"It's getting crazy," said Bill Haelig, the dean of Ripken collectors, who lives near Reading, Pa.
Haelig, who owns more than 5,000 Ripken keepsakes, including hundreds of one-of-a-kind items, compiles a list of Ripken memorabilia that he mails to several hundred collectors. The list is up to 42 single-spaced pages -- and growing.
In the first six months of this year, Haelig said, Ripken appeared on the covers of more than 20 magazines. And the baseball cards, Haelig said, "after a while, you get confused; they start looking the same. . . . Do you realize there'll be more Cal cards issued this summer alone than Brooks Robinson cards issued during his entire 23-year career?"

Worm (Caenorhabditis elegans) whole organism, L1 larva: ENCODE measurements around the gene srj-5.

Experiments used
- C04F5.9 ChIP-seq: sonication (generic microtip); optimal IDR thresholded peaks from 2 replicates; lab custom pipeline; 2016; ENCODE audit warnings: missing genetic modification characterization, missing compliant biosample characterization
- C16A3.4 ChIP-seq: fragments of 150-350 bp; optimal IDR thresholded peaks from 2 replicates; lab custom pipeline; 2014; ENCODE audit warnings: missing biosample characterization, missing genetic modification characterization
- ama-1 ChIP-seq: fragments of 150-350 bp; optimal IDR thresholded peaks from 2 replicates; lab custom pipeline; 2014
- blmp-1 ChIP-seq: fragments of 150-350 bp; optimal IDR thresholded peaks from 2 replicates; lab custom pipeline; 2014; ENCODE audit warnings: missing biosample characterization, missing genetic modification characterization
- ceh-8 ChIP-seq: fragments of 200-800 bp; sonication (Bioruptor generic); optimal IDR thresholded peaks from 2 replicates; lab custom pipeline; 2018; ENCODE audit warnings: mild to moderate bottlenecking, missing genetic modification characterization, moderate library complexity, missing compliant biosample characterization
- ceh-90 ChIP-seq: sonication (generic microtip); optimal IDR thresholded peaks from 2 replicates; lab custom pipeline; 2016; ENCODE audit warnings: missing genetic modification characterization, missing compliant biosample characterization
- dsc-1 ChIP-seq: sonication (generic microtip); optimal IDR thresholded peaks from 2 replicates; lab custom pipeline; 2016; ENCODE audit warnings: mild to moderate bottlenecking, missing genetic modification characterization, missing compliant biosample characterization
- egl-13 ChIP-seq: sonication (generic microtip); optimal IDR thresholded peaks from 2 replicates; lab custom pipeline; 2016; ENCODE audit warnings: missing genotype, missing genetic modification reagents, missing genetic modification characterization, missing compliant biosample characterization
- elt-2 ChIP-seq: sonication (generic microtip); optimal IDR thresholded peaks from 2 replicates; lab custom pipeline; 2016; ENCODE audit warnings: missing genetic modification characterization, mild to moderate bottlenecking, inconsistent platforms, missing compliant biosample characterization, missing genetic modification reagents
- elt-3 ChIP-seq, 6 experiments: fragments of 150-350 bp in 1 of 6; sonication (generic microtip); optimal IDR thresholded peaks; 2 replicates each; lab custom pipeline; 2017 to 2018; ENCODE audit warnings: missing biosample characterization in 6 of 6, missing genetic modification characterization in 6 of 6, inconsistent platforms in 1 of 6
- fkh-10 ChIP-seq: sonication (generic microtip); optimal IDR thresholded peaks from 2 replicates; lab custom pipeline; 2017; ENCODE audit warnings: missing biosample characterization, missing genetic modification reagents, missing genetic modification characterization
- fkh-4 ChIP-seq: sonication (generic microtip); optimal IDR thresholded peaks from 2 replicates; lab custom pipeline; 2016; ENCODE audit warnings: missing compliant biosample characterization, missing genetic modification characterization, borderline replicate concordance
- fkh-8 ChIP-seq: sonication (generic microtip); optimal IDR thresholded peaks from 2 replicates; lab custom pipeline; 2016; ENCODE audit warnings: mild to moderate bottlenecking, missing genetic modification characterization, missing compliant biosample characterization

Haelig, a 34-year-old commercial underwriter, bills himself as Ripken's biggest fan. His stationery and envelopes trumpet that. His license plates read, "CL RPKN."
A Ripken aficionado since 1983, he said nothing in his collection is for sale. He owns Ripken bats and uniforms, a Ripken paycheck from the Rochester Red Wings, nameplates from the Memorial Stadium lockers of Bill and Cal Ripken and the most valuable Ripken collectible of all -- a mint-condition, orange-bordered, 1980 Charlotte Orioles baseball card. Haelig has refused $4,000 for it.
The value of Ripken memorabilia clearly has risen with each passing game, but estimates of how much varies from dealer to dealer. One said prices doubled in the past year. Another said they tripled. Still another said that whatever they'd done in the past year, they'd double again the moment Ripken set the record.